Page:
“I think they should keep him until he is fit to be a part of society, and that may be a long, long time,” Bill Lammers said.


Bill Lammers learned about the shooting in Connecticut in a call from his wife. He turned on the TV.

“You think, thank God it’s not Blaec,” Bill Lammers said. “I thank God we got lucky.”

“Everybody in our community got lucky because he wasn’t able to do anything.”

source
chaya 26th-Dec-2012 04:31 am (UTC)
The couple say their son has always been different. He was diagnosed with dyslexia soon after first grade.

Is he also left-handed? Because that is equally as relevant.


They don’t believe in more restrictions on guns.

“I have guns, but they’re locked in a safe,” Bill Lammers said. “There’s no way I would leave anything out.”


But... earlier in the article we learned that your son can buy his own. And did. From a store where he planned to harm someone with a knife. So...?


(All that said, these parents did something incredibly hard and are right about the need for better solutions for people with ongoing mental illnesses.)
perthro 26th-Dec-2012 04:45 am (UTC)
MTE. A reading disorder does not a sociopath make. And most people who get guns pass psych evals easily- especially sociopaths because they know all the answers to give. Mentally ill =/= stupid. In fact, it's usually the opposite. People with schizophrenia tend to be geniuses! But something breaks down in the mind, and that can't always be fixed. That's why we need mental health care so badly: to catch this stuff early.

There will be challenges. There's already questionable bias in our psych field, especially when drug companies get involved. Invent a pill for one thing that ends up doing another? How do we sell this thing? Oh! Invent an illness that just so happens to be cured by it! No big deal. Same thing with our regular medical industry. But in the end, I think the benefits might outweigh the costs, if it's done *right*.
art_house_queen 26th-Dec-2012 12:15 pm (UTC)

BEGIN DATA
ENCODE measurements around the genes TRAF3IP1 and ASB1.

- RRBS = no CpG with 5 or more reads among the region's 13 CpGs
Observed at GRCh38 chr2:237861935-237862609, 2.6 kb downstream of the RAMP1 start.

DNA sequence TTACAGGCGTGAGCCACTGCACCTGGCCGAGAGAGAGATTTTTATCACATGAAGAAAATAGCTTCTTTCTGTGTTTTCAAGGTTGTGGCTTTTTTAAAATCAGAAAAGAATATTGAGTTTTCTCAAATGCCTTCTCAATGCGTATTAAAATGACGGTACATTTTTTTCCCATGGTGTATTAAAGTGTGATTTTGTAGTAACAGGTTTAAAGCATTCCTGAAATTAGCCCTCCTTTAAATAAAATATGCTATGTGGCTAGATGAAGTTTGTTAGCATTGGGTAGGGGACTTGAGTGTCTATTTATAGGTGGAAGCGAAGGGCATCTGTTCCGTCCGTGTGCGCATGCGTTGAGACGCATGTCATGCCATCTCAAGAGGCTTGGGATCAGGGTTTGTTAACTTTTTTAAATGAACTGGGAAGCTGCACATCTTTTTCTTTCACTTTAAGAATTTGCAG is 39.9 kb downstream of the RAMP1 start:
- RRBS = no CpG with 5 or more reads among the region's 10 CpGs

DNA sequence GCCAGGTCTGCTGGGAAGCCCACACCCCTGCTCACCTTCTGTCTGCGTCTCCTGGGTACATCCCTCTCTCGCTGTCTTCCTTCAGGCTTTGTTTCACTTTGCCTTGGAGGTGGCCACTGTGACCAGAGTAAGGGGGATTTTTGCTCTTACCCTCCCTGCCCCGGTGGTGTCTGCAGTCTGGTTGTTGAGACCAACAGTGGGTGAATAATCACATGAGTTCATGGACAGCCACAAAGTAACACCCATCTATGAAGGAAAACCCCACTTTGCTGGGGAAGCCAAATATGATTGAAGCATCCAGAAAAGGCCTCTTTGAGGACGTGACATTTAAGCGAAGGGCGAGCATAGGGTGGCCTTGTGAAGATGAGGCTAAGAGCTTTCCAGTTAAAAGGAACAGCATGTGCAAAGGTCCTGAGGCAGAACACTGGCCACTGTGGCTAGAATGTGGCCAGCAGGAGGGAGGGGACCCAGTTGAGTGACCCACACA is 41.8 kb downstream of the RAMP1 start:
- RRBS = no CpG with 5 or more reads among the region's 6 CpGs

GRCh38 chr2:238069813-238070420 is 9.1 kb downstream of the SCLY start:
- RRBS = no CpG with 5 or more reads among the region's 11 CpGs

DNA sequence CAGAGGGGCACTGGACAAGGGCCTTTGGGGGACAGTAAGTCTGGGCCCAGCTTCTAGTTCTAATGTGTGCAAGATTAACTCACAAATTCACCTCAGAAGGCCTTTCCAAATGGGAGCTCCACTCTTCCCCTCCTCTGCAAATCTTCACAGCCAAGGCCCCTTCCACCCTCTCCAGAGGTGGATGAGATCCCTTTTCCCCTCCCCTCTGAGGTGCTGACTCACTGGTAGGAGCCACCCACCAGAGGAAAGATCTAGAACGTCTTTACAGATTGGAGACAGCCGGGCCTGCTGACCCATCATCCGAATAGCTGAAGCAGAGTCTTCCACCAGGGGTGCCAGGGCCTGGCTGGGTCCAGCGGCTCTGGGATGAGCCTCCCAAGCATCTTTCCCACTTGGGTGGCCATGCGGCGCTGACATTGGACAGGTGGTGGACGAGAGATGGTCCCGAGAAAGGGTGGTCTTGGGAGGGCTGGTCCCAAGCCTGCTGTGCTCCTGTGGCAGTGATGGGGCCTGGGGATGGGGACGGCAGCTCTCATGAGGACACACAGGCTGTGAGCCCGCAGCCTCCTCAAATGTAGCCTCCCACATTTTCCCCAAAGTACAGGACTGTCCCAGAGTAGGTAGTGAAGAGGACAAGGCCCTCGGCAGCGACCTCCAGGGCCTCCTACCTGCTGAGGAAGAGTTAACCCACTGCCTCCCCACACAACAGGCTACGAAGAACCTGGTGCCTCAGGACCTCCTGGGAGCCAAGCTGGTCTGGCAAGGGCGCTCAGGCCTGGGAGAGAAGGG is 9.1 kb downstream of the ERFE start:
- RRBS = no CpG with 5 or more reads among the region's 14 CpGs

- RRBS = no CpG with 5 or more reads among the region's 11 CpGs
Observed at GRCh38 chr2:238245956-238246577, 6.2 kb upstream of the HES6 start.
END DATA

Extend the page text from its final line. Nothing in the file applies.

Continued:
People with schizophrenia tend to be geniuses!

That's simply not true. Not to berate you, but classic misinformation like this is what perpetuates a complete misunderstanding of certain mental illnesses.
violetrose 26th-Dec-2012 12:31 pm (UTC)
Seriously. This isn't an either or situation. People with mental illnesses are always thought to either be stupid, violent and murderous, or creative, artistic geniuses. Both tropes are harmful to mentally ill people.
art_house_queen 26th-Dec-2012 02:18 pm (UTC)
Agreed. What's disappointing is that "the Media" tends to present these over-generalizations as fact and if one has not studied nor had experience with mental illness, it might be easy to perceive the misinformation as wholly valid.
moonshaz 27th-Dec-2012 09:18 pm (UTC)
Sad but true. :(
the_physicist 26th-Dec-2012 03:59 pm (UTC)
+1

There also isn't one thing that goes wrong in the brain that cause "schizophrenia". What psychiatrists call schizophrenia has been found by scientists to be caused in different patients by different biological causes in the brain. No wonder psychiatrist can't treat patients with just one pill and therefore find them hard to treat. The diagnoses and way psychiatrist think of mental illnesses is bullshit.
rex_dart 26th-Dec-2012 06:07 pm (UTC)
You realize that we don't know all the causes of most mental illnesses because we JUST DON'T KNOW and not because we don't WANT to know, right? We try one pill after another based on particular slates of symptoms because that's the only way things get DONE. If we only prescribed meds because we knew the particular cause and the particular mechanism of each illness and medication, nobody would get any meds at all and a lot of lives would be ruined.

Of course mental illness is hard to treat. But you say it like some kind of shadowy ~establishment makes it hard to treat for funsies.
the_physicist 26th-Dec-2012 07:01 pm (UTC)
You realize that we don't know all the causes of most mental illnesses because we JUST DON'T KNOW and not because we don't WANT to know, right?